The human rights activist, linguist, modern philosopher and cognitive scientist Noam Chomsky has become renowned for two things: his incredibly bright ideas and his unwaveringly laborious approach to interviews.
And while he once responded to a criticism of his boring speaking style by saying, “We don’t want to be swayed by superficial eloquence, by emotion and so on,” sometimes a bit of colour can help to make good ideas more palatable to the listener.
So, since the 84-year-old Chomsky refused to add vibrancy to his oratory style, Michel Gondry, the French director best known for his work on the Eternal Sunshine of the Spotless Mind, dipped his fingers into the digital rainbow and proceeded to colour between the rigid lines of logic crafted by the celebrated academic. And this project culminated in a 90-minute documentary called Is the Man who is Tall Happy?.
During the making of the film, the two sat down for an interview, during which Noam Chomsky responded to questions in his usual style. Instead of sparring with the philosopher on an intellectual level, Gondry listened to the responses and sketched what he heard.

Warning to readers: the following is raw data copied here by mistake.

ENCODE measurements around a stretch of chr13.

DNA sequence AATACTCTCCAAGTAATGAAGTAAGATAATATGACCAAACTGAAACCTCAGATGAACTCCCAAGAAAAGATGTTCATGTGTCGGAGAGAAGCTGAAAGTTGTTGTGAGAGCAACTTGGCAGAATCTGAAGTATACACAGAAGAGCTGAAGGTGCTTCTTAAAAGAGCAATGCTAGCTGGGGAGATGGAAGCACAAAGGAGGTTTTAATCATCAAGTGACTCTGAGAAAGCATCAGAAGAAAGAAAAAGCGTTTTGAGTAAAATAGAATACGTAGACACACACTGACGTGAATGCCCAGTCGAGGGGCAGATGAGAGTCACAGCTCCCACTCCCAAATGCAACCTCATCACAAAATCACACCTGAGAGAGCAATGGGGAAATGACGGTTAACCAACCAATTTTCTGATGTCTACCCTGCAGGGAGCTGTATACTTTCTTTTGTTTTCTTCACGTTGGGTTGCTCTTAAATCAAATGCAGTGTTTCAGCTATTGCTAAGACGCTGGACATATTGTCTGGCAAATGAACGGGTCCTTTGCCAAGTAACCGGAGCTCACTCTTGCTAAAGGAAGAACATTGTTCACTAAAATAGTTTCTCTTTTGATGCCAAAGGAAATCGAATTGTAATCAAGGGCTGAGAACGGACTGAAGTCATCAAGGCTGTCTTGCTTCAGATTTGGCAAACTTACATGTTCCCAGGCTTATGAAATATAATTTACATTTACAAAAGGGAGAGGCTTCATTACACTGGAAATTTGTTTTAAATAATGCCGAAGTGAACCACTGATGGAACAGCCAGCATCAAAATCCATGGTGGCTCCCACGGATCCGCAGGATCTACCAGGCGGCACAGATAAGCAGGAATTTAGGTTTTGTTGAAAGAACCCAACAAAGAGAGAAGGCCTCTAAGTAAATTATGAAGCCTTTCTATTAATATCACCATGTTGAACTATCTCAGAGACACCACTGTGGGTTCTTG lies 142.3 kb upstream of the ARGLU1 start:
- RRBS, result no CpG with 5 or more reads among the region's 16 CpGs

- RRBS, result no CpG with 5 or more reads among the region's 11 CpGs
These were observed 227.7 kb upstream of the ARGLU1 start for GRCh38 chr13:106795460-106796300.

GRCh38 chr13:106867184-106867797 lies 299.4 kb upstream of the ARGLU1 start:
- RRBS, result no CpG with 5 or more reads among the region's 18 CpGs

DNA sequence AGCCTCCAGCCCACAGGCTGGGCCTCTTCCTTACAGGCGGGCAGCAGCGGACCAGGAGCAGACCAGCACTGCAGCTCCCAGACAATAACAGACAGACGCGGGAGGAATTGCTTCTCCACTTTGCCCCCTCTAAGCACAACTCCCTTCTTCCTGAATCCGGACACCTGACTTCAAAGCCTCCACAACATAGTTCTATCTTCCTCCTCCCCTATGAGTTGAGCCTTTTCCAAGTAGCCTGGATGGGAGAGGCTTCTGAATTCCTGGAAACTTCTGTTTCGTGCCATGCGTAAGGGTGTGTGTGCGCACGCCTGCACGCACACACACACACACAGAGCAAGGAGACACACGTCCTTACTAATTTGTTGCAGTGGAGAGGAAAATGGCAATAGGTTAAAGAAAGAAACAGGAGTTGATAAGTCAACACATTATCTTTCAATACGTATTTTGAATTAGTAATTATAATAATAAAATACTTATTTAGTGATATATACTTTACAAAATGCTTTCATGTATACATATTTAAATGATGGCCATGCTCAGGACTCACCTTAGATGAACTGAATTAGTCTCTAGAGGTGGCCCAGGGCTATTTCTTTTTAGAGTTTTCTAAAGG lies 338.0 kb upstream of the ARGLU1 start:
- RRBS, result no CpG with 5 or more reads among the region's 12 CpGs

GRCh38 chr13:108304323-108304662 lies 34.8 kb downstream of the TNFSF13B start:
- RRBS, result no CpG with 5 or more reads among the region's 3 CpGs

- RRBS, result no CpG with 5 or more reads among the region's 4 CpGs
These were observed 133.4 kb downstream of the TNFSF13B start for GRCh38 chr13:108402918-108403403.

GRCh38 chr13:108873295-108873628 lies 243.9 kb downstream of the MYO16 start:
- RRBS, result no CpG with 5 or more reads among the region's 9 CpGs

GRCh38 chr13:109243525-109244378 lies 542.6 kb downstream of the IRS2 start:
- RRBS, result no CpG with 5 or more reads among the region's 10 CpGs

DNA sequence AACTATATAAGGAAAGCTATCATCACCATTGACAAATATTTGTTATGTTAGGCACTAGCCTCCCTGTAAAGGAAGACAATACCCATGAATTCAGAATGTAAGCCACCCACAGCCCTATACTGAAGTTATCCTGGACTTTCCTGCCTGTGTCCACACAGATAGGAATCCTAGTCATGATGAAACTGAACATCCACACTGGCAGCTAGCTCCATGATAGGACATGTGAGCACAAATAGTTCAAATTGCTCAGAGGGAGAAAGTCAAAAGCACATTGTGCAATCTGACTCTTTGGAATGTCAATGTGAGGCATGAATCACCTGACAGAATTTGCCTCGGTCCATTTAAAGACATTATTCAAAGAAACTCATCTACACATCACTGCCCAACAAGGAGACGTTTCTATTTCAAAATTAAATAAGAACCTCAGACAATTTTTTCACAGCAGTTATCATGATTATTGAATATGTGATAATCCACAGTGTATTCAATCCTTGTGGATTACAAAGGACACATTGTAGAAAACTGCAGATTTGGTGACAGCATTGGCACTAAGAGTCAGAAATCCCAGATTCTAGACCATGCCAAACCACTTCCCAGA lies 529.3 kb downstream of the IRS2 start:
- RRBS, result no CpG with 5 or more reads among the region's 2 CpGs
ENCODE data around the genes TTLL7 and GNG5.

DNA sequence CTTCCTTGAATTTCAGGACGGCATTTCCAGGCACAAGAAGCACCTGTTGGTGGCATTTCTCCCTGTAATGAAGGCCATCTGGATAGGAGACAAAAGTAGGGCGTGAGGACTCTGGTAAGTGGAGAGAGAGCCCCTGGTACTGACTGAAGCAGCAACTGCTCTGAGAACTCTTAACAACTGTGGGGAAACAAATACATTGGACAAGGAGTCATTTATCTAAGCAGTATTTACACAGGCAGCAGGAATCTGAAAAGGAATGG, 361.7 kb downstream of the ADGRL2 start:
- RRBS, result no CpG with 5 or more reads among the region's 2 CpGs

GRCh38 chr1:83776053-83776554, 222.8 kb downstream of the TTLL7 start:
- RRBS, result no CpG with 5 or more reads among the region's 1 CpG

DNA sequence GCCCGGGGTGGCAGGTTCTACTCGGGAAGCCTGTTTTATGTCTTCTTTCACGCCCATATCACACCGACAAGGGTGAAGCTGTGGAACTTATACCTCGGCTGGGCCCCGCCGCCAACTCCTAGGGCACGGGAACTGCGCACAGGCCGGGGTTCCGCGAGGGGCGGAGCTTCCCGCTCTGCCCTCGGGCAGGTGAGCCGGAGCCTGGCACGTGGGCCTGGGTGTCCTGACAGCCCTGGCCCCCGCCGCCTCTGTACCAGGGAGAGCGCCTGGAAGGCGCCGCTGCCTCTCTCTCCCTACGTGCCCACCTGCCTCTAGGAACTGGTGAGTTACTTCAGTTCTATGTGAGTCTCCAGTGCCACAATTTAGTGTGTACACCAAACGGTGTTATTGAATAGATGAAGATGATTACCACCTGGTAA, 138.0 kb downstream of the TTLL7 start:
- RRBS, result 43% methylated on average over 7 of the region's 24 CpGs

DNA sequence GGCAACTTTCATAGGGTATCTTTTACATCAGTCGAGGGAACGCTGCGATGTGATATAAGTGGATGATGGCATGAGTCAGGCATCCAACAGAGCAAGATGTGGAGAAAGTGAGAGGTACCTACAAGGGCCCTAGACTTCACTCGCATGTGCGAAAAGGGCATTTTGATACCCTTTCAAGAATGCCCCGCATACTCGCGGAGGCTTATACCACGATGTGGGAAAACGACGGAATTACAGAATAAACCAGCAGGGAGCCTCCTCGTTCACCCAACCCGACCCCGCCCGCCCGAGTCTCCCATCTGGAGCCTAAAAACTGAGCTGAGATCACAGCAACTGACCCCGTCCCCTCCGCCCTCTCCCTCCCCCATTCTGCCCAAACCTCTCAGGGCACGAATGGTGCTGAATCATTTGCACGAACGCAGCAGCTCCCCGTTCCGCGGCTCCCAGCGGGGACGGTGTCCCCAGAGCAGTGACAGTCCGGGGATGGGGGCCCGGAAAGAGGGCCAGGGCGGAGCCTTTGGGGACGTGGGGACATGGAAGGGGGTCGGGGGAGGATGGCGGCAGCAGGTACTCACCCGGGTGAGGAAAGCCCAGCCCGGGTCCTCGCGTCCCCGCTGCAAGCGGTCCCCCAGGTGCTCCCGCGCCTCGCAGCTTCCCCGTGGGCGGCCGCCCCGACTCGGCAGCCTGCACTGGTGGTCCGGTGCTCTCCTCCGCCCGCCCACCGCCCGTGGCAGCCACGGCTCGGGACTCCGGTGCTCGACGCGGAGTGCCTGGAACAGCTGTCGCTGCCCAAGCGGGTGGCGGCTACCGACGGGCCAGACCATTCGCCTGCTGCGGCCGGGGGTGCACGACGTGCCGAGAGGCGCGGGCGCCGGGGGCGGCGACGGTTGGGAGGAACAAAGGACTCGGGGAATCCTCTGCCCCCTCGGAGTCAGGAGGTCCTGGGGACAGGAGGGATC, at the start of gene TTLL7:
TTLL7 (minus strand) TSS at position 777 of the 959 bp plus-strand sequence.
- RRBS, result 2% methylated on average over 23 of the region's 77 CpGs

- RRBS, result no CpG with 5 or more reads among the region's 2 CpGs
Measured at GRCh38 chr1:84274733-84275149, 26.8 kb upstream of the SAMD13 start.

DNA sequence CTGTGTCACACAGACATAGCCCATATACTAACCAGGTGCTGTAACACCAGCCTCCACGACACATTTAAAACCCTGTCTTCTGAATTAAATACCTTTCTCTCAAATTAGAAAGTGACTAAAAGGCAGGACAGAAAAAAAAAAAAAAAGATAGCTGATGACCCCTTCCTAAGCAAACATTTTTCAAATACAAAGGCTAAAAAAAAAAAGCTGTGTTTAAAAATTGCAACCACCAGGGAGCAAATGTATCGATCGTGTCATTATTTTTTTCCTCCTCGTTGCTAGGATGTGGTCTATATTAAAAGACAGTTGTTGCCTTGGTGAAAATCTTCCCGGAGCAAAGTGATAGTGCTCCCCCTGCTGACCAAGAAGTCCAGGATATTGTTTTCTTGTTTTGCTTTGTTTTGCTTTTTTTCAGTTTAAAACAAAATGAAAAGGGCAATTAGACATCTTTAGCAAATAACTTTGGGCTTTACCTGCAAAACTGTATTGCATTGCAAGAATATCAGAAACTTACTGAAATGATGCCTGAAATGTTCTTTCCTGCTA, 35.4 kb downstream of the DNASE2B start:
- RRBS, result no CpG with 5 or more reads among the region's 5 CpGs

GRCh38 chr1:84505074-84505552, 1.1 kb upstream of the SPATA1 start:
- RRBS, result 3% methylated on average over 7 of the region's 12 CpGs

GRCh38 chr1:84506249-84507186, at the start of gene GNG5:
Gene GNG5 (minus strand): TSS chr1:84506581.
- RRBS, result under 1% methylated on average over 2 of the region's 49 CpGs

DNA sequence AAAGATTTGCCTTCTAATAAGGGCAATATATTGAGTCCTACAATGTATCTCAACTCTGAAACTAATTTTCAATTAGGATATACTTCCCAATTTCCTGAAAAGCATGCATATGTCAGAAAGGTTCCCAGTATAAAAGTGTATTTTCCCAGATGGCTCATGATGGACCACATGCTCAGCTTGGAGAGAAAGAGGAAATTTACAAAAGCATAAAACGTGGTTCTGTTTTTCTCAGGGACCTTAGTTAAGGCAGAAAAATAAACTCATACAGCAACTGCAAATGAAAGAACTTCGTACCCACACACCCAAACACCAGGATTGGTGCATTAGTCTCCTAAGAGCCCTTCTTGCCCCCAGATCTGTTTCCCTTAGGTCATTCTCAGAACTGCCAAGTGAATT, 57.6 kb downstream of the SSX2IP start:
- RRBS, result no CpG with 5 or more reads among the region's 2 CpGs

The resultant drawings, all presented in the style of a university student’s doodles, give a visual, often literal, representation of the ideas being discussed.
Gondry’s drawings, while being thought provoking, are in many ways child-like, and this is likely a product of the director’s fascination with the difference between adult and juvenile approaches to thinking.
In a sense Gondry posits himself as the child attempting to process the thoughts of Chomsky, the adult. And this approach shifts Chomsky’s thinking from the abyss of academic esotericism to the realm of pop culture, where it could, potentially, influence a greater number of people.